5G: The Next Generation of Mobile Technology

5G: The Next Generation of Mobile Technology

The next generation of wireless service for mobile technology is (almost) here.

Take a look at the top corner of your smartphone screen. Currently, it probably reads 4G LTE. This indicates the fourth generation of data technology for cellular networks (following 3g for the third generation). LTE, aka Long Term Evolution, refers to the technical process for phones to receive high-speed data.

But years from now, your screen may read 5G instead.

The mobile industry is hyped about the next generation of high-speed wireless service. But the shift to 5G is not one that will happen quickly.

Major carriers around the world must upgrade their massive infrastructures. But the 5G revolution will also apply to technology far beyond mobile devices. It’s being built to connect to VR headsets, drones, self-driving cars, and billions of other interconnected devices.

The Basics of 5G for Mobile Technology

In a nutshell, 5G is a faster version of 4G. With wider pipelines and faster lanes, 5G may offer speeds about ten times faster than 4G LTE.

This means you’ll be able to download movies in seconds and even stream a live VR experience from across the world without lag. With 5G, 10Gbps will be very possible.

Imagine the possibilities of network communications with low latency – drones, autonomous cars, and other interconnected devices can instantly communicate with wireless signals in life-or-death situations.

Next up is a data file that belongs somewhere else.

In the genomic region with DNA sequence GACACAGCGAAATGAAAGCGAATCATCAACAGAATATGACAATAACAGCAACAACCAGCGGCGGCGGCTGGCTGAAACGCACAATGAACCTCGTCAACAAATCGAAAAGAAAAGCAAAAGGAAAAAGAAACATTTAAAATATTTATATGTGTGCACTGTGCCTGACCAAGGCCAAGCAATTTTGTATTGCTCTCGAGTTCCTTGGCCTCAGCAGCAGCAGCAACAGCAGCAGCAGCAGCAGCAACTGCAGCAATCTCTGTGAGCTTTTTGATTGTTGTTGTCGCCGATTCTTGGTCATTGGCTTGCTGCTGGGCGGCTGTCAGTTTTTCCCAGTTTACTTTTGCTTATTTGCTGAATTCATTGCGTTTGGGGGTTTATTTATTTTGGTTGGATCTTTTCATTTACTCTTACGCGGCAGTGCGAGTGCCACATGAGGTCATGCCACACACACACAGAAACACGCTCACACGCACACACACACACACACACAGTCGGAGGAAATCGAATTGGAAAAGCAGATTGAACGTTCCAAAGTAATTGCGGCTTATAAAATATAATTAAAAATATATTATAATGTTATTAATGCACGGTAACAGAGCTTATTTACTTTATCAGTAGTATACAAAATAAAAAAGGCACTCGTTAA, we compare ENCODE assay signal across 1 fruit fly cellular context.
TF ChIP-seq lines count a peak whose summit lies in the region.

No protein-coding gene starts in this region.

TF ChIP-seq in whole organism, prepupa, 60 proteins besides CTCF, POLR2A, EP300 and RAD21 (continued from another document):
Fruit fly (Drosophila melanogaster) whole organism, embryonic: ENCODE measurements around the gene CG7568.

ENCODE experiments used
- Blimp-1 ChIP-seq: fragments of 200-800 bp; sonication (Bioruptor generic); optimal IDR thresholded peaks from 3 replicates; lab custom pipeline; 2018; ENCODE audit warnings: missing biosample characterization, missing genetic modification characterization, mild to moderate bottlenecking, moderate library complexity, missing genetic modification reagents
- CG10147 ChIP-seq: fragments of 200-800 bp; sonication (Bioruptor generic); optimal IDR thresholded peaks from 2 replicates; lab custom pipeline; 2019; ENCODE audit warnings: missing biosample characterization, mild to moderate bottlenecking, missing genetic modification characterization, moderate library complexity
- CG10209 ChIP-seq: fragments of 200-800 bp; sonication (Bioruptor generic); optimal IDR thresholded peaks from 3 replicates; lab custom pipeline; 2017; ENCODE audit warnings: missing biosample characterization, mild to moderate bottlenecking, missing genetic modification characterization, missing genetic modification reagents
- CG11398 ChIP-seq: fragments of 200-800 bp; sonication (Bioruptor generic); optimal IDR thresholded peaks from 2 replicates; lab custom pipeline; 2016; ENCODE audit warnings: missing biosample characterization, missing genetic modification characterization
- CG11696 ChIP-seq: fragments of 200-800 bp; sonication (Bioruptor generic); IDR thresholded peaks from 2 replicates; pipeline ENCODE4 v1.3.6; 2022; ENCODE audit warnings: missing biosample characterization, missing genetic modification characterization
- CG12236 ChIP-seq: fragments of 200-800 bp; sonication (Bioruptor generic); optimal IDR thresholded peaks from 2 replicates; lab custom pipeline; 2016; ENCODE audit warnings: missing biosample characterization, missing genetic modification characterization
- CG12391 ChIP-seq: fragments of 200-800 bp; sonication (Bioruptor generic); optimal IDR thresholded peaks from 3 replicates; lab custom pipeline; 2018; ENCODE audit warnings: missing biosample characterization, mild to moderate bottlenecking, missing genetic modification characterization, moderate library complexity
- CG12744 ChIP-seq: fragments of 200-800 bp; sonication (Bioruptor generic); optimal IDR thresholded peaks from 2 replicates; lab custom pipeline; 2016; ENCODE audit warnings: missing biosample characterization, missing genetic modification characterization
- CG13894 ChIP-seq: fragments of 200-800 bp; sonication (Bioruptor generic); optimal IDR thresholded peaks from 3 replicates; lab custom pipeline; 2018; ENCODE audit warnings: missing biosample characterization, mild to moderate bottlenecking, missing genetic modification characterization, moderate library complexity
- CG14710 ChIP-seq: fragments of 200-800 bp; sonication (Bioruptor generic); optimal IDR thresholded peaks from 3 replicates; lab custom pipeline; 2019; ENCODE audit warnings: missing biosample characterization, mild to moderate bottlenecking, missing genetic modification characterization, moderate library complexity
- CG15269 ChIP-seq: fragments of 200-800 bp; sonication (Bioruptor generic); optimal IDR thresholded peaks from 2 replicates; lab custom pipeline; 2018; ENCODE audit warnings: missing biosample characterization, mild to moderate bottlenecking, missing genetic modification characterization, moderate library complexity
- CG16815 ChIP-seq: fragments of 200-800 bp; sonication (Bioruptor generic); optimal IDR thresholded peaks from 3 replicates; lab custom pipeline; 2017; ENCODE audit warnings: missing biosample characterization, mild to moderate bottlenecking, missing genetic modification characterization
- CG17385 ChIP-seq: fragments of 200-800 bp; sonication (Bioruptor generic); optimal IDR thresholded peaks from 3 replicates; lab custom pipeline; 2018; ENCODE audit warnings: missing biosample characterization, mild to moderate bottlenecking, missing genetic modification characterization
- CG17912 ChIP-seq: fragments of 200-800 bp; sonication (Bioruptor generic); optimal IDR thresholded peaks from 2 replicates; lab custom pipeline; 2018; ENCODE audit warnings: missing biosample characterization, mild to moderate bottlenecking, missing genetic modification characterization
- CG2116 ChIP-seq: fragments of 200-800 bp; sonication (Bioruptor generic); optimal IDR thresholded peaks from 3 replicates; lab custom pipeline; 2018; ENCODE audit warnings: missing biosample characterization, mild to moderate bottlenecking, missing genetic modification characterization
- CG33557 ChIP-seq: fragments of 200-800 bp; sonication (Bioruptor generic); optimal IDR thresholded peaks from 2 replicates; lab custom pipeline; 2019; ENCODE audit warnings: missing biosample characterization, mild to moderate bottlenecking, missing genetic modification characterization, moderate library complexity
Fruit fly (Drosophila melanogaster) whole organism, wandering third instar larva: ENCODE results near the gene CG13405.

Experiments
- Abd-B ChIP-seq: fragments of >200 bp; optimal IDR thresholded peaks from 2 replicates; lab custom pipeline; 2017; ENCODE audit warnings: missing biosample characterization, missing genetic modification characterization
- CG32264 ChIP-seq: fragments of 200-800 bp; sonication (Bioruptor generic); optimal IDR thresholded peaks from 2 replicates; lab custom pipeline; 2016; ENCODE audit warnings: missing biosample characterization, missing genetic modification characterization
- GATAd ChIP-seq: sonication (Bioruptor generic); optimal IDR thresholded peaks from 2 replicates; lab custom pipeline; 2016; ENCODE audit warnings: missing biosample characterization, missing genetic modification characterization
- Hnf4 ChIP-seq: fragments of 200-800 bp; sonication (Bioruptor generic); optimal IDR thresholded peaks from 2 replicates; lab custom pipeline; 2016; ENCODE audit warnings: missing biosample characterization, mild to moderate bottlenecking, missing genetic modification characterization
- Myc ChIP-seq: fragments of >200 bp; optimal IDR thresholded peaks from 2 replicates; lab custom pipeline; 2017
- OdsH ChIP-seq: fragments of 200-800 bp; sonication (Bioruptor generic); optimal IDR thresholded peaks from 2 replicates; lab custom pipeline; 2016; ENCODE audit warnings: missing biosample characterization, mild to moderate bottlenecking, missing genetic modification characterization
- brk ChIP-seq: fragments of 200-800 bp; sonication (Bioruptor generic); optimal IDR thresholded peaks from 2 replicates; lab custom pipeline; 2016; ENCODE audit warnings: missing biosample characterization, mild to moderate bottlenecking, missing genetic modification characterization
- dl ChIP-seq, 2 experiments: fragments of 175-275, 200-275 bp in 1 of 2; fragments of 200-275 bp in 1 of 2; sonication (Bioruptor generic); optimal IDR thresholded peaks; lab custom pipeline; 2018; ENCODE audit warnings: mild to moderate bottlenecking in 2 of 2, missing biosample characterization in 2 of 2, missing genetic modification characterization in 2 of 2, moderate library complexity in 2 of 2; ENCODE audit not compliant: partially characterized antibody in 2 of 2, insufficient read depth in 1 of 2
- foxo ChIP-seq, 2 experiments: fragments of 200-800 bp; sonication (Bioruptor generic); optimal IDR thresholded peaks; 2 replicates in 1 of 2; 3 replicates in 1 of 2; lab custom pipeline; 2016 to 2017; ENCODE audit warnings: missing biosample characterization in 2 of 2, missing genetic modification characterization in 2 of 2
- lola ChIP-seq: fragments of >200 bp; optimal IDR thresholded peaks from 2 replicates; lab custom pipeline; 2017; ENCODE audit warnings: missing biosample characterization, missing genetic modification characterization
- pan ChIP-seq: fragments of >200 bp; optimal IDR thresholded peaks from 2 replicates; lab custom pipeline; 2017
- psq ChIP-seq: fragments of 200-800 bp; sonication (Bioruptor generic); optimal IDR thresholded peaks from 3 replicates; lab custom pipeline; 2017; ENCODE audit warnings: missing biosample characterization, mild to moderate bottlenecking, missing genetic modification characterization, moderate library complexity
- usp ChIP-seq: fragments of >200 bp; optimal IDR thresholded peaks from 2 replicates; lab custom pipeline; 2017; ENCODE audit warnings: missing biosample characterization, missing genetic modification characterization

5G may even replace WiFi networks at homes or businesses with its benefits of faster speeds and better coverage.

When Should We Expect 5G?

2020 is the targeted launch date for US carriers. Although it seems like a long wait, it’s quite an ambitious deployment timeline. 5G will bring new devices and applications for wireless data.

“Where you saw a growth in 4G was around data-centric, smartphone-centric use cases,” says Intel’s general manager for 5G business Rob Topol. “We’re looking beyond the smartphone for 5G.” In particular, that means categories like automotive, virtual reality, drones, and more should reap its benefits first.

“Where you saw a growth in 4G was around data-centric, smartphone-centric use cases,” says Intel’s general manager for 5G business Rob Topol. “We’re looking beyond the smartphone for 5G.” In particular, that means categories like automotive, virtual reality, drones, and more should reap its benefits first.